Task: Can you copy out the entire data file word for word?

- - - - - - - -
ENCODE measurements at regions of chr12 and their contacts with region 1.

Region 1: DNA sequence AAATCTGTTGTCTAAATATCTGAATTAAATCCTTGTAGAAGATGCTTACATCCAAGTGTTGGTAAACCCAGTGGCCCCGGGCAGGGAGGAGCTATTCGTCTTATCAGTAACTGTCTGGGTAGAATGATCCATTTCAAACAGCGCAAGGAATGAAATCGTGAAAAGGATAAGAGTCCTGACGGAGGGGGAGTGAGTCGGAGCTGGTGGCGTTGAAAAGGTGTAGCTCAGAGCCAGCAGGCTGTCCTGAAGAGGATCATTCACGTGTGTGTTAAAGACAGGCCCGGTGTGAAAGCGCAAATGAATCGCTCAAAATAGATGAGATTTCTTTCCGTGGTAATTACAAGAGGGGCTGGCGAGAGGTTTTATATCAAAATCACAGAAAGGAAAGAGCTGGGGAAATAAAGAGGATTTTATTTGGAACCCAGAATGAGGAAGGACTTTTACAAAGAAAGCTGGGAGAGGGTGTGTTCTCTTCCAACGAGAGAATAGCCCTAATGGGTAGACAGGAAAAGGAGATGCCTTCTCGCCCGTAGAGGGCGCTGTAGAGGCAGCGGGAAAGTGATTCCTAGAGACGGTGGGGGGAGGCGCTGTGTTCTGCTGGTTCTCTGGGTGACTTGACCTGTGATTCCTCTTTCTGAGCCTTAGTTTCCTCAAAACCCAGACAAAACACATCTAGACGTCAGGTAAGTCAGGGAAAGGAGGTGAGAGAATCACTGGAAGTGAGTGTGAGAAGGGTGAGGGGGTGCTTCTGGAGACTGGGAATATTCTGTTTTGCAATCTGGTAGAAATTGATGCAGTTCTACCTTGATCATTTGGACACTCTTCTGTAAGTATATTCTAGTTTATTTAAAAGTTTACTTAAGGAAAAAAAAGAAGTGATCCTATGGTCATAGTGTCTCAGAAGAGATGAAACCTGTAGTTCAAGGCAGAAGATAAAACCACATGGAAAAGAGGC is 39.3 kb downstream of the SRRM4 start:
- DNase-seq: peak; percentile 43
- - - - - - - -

ENCODE measurements at regions of chr12 and their contacts with region 1.

Region 1: DNA sequence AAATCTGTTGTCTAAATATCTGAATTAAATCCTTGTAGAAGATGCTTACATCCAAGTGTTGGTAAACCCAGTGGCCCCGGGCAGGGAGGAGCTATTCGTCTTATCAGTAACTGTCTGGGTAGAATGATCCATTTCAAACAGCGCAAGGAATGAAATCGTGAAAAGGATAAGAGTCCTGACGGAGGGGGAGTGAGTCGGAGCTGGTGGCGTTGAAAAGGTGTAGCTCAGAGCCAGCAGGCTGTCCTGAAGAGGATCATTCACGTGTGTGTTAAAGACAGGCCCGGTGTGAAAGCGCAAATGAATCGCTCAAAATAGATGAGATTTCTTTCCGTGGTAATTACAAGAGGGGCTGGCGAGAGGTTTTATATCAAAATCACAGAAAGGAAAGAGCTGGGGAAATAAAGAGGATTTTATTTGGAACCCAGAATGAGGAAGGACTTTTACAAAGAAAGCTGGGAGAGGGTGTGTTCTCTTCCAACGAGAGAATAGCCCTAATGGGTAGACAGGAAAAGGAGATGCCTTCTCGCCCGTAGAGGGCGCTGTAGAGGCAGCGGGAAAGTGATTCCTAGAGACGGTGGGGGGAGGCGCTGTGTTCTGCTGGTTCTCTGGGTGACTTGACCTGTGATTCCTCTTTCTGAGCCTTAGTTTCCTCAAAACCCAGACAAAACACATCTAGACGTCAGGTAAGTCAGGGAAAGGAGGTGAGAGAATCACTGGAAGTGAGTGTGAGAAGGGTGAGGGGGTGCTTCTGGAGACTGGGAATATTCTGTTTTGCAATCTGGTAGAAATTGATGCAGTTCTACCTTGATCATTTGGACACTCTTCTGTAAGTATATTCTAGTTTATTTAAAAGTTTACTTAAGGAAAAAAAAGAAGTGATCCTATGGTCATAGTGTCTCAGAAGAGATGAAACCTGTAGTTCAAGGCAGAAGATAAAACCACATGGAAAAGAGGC is 39.3 kb downstream of the SRRM4 start:
- DNase-seq: peak; percentile 43